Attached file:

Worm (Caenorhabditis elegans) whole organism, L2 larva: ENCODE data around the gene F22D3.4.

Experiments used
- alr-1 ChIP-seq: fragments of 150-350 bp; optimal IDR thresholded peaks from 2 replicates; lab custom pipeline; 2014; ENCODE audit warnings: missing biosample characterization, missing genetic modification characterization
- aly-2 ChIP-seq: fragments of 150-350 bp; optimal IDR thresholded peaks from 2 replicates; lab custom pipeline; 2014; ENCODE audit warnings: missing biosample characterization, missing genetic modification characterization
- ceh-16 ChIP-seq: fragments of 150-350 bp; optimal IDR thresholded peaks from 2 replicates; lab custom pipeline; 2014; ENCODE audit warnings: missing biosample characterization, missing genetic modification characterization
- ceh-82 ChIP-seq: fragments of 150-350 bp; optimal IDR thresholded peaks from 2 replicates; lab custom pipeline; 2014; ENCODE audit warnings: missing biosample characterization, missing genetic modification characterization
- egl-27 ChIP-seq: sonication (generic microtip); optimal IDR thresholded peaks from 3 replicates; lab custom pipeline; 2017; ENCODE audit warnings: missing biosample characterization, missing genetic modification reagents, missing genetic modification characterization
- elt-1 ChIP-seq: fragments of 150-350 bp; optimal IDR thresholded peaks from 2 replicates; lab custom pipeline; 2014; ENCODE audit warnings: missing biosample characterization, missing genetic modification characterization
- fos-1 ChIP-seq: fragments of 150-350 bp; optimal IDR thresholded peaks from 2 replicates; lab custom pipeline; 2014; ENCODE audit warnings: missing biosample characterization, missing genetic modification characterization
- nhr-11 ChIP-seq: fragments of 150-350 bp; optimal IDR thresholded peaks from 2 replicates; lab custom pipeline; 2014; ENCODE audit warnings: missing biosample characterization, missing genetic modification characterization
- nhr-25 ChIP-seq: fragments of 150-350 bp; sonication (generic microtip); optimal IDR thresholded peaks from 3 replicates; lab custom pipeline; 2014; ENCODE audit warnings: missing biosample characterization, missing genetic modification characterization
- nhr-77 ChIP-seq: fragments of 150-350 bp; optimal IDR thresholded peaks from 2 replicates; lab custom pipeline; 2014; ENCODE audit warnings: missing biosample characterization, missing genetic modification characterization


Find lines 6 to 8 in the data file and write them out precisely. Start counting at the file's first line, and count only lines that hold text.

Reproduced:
- ceh-82 ChIP-seq: fragments of 150-350 bp; optimal IDR thresholded peaks from 2 replicates; lab custom pipeline; 2014; ENCODE audit warnings: missing biosample characterization, missing genetic modification characterization
- egl-27 ChIP-seq: sonication (generic microtip); optimal IDR thresholded peaks from 3 replicates; lab custom pipeline; 2017; ENCODE audit warnings: missing biosample characterization, missing genetic modification reagents, missing genetic modification characterization
- elt-1 ChIP-seq: fragments of 150-350 bp; optimal IDR thresholded peaks from 2 replicates; lab custom pipeline; 2014; ENCODE audit warnings: missing biosample characterization, missing genetic modification characterization